Could Microsoft (Nasdaq: MSFT ) lose its grip on young programmers? Today, news broke that IBM (NYSE: IBM ) plans to offer free software and deeply discounted hardware to universities' computer science programs. In addition, it will work with interested universities in coming up with curricula that's open-source -- and, it seems, suitably Big Blue-centric, of course.
According to various news sources, the move by IBM is in the hopes that young geeks-in-training will become experts in the technologies that it has a vested interest in, such as the Java programming language and Linux, which happens to be used in IBM's line of servers.
Though many scoff at the idea that the open-source movement will ever move too far away from a very limited, hobbyist market, IBM's aggressive move is still an interesting one to contemplate. After all, if there's anywhere the open-source movement might flourish, that's within the halls of universities, with their built-in population of young, idealistic students who are less likely to toe any party line and more likely to embrace cooperation.
And, if companies want to try to chip away at Microsoft market share, now's likely the time to make the move. There's a heck of a lot on this tech giant's plate. It's trying to catch up with search and settle scores. Meanwhile, it delayed its XP Service Pack 2 by two months to August, Longhorn isn't due for official release until next year, and virus attacks have been hacking away at its reputation for security.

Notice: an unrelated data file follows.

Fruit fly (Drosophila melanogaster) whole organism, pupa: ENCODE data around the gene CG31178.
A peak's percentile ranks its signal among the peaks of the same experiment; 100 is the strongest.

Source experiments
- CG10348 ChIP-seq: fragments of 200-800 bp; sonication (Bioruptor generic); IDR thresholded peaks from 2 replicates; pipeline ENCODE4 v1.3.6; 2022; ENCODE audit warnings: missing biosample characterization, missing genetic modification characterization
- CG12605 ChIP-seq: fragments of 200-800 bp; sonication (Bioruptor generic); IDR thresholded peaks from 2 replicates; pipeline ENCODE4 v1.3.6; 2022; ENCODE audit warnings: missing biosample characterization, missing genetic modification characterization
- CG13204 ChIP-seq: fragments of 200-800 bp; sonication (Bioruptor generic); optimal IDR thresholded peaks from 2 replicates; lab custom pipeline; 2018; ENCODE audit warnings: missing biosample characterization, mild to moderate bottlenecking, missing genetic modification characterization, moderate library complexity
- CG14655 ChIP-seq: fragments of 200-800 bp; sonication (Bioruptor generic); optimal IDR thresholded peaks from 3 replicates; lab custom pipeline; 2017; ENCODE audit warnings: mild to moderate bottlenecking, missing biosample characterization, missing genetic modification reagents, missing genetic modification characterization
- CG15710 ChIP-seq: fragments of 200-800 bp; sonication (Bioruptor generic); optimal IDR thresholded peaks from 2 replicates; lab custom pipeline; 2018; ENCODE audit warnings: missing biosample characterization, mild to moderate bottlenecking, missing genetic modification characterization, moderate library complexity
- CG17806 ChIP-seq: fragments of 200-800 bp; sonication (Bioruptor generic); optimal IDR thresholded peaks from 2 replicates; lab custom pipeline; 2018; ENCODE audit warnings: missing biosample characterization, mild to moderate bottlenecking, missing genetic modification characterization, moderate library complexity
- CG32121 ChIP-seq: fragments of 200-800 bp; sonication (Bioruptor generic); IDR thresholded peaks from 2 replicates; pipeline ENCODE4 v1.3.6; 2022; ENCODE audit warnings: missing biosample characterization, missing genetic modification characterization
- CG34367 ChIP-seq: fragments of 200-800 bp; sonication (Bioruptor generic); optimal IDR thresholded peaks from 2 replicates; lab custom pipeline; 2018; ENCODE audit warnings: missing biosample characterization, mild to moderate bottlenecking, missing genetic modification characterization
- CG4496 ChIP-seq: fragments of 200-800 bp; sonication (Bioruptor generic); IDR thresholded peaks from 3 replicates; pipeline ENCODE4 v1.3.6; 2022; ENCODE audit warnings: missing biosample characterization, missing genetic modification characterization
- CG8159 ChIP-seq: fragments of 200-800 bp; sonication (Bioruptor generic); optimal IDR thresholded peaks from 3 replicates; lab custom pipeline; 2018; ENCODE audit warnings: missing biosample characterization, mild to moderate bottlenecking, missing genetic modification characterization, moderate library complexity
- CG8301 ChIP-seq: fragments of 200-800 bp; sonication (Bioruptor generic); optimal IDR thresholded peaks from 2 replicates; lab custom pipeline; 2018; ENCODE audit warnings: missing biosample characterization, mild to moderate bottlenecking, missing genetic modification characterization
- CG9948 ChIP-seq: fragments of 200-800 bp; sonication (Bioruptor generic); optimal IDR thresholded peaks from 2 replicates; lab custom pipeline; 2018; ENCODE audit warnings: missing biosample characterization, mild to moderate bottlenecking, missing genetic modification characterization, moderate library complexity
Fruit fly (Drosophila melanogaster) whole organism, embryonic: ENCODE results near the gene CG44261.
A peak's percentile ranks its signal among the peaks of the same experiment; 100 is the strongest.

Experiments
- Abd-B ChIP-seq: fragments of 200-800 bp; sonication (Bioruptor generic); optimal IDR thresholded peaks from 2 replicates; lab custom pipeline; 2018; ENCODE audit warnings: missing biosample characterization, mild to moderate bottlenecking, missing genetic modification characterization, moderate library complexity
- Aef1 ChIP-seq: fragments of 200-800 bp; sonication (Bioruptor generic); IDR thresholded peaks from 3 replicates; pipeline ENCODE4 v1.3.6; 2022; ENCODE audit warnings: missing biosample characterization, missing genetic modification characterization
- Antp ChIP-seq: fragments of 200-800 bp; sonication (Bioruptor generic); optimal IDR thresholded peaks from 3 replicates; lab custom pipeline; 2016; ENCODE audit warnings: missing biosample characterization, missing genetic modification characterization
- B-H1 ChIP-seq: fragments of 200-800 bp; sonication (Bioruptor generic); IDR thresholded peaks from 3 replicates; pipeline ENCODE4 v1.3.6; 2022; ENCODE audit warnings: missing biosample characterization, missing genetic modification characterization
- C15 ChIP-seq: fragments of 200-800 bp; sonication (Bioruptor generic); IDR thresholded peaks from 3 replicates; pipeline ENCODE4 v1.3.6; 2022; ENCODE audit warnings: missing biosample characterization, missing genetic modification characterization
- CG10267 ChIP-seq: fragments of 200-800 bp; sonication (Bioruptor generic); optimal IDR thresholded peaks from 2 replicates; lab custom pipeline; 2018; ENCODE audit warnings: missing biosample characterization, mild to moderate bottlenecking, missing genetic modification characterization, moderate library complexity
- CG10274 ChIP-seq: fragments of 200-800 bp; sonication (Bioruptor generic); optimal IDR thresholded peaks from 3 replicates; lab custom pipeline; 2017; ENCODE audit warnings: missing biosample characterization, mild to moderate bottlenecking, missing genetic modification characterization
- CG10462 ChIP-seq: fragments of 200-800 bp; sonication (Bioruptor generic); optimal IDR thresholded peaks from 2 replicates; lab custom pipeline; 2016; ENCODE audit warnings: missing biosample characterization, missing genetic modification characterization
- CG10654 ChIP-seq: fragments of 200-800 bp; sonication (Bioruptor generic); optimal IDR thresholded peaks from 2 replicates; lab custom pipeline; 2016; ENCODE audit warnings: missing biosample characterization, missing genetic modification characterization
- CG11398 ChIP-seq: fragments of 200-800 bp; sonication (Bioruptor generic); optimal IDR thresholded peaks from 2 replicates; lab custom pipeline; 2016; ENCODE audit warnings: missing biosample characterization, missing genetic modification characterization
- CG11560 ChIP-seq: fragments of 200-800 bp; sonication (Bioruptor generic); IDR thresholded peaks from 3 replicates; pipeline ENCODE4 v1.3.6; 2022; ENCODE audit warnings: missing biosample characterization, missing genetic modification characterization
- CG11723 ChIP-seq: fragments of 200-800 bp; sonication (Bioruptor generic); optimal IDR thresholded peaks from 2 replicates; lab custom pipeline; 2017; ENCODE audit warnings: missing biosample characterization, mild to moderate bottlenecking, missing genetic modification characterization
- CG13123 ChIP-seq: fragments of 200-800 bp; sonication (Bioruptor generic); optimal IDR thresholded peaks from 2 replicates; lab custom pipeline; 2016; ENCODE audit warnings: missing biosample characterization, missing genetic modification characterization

Sure, the jury's still out on the future of the open-source movement, and it could still end up being a tempest in a teapot that we'll all laugh about one day. As things stand now, Microsoft still has the vast majority of corporate tech budgets and will remain a standard in IT training for a long time to come. However, given certain trends, it's certainly not difficult to see demand for college graduates trained in alternative tools, as well.
Could this move have an impact on the future of corporate IT habits -- and make it a Big Blue world? University students, of course, remain a large portion of the future of the corporate world (whether the little whippersnappers like it or not). IBM is making an investment that may not bear fruit for a while, but if many universities bite, it could change the IT landscape and position Big Blue for better days ahead.
Do you think IBM's move into the classroom is a threatening move? Talk about the issue on the Microsoft discussion board.
Alyce Lomax does not own shares of any of the companies mentioned.